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Special initiative ONE WORLD – No Hunger

Green innovation centre Kenya

Cows in the stable of the Green innovation centre at the  Bukura Agricultural College in Kenya

More than half of Kenya’s population is considered to be poor, with a fifth of Kenyans going hungry. Yet this need not be the case since the country’s agricultural potential is huge, especially in the western part. However, many farmers have to date produced little more than what they have needed for themselves. Most have just one or two cows that only produce a very small amount of milk – often less than two litres per day.

In western Kenya, the green innovation centre ensures that milk production is increased and that sweet potatoes, which contain many important vitamins and minerals, become more widespread. Sweet potatoes and the extra dairy products can help to make the diet of people in Kenya richer in nutrients and vitamins in future.

What is so innovative?

Good feed for more milk: Year-round zero-grazing, high-yield forage production, silage production methods and advancements in breeding and hygiene standards are all measures designed to greatly increase the revenue of 8,000 dairy farmers over the next few years. The aim is for farmers to produce enough milk so as to be able to sell the surplus to dairies. In order to do this, a milk collection system is being developed in western Kenya. The green innovation centre at the Bukura Agricultural College provides demonstration areas, complete with animal housing and a dairy, for training purposes.

Supplying power and gas from an organic source: It is intended that basic biogas facilities will generate energy for refrigerating storage facilities for milk, vegetables and cereals. The gas generated by the installations can also be used for cooking, saving on wood in the process. In training courses, service technicians and farmers learn how to operate and maintain the facilities.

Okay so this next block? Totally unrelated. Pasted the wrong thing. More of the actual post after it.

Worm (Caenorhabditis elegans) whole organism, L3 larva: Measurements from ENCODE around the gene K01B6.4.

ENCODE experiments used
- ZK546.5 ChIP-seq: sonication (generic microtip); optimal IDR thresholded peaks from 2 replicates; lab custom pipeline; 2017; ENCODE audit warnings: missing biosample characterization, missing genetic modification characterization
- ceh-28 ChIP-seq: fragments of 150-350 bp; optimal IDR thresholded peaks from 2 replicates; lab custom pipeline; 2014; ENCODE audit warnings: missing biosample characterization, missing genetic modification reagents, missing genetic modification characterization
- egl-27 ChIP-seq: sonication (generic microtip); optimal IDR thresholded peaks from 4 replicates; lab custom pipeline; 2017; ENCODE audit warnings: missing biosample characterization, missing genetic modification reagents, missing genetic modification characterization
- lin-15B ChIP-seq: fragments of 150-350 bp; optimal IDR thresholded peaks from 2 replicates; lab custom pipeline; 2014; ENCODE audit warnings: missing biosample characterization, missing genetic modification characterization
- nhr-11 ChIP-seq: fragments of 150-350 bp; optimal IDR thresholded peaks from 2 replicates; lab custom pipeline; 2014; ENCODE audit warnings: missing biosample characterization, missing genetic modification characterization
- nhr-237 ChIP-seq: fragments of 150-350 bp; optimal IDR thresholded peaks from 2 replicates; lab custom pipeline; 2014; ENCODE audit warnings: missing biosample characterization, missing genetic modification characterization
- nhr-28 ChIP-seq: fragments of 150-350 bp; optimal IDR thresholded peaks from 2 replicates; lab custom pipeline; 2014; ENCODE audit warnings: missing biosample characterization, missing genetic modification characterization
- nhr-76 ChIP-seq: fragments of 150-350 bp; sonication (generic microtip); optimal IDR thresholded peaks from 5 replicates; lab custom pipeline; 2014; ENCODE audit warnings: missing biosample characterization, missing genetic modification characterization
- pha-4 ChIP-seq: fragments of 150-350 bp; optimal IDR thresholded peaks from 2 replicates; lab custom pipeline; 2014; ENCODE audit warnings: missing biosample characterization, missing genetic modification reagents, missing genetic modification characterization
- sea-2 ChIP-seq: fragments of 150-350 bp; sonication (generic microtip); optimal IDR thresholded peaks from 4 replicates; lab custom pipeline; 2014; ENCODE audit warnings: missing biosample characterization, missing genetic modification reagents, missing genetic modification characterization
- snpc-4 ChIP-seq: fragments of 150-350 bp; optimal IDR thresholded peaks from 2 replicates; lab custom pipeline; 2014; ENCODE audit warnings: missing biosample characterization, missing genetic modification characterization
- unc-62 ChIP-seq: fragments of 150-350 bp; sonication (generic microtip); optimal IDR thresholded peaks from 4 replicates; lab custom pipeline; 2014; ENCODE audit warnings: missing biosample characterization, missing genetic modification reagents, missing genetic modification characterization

Tuber full of promise: Rich in vitamin A, drought-resistant and virus-free, sweet potatoes are already being grown by 400 farmers. They are supplied with the sweet potato slips by the Kenya Agricultural and Livestock Research Organization (KALRO). Production is to be expanded to a much greater number of operations. In the long term, the plan is for farmers to produce 10,000 tonnes of sweet potato each year that will either be sold at market or processed further. Among other things, the tubers can be processed into flour which is then used to bake bread.


Our objectives

  • To increase income for 50,000 smallholders by 30 per cent
  • To create 900 new jobs
  • To provide education and training for 50,000 smallholders

Routes to success

Mathias Litali has 0.65 hectares of farmland in Kakamega County in western Kenya. The 52-year-old houses his four cattle all year round in an open-sided shed, only part of which is covered by a roof, and which backs directly on to the farmer’s home. Instead of leaving the land free for his animals to graze on, he uses it instead to grow forage on an intensive basis. "I have learned a lot about feeding in the training courses provided by the green innovation centre", says Litali. Nowadays he uses fresh and fibrous constituents of finally chopped elephant grass as feed. The plant provides the right balance of protein and crude fibre required by ruminants.

He also adds concentrated feed to the trough for his cattle in the form of ground grain maize and cottonseed cake. Calcium is added as well and the cows can get the salt they need by licking on a salt block. The success of the approach would appear to confirm that it is indeed the correct one: "When they are at peak production levels, my cows Esther and Mary produce around 19 litres of milk each day", says a pleased Mathias Litali.

In the long term, the aim of the green innovation centre in Kenya is to help improve the integration of 10,000 dairy farmers into the dairy produce value chain.


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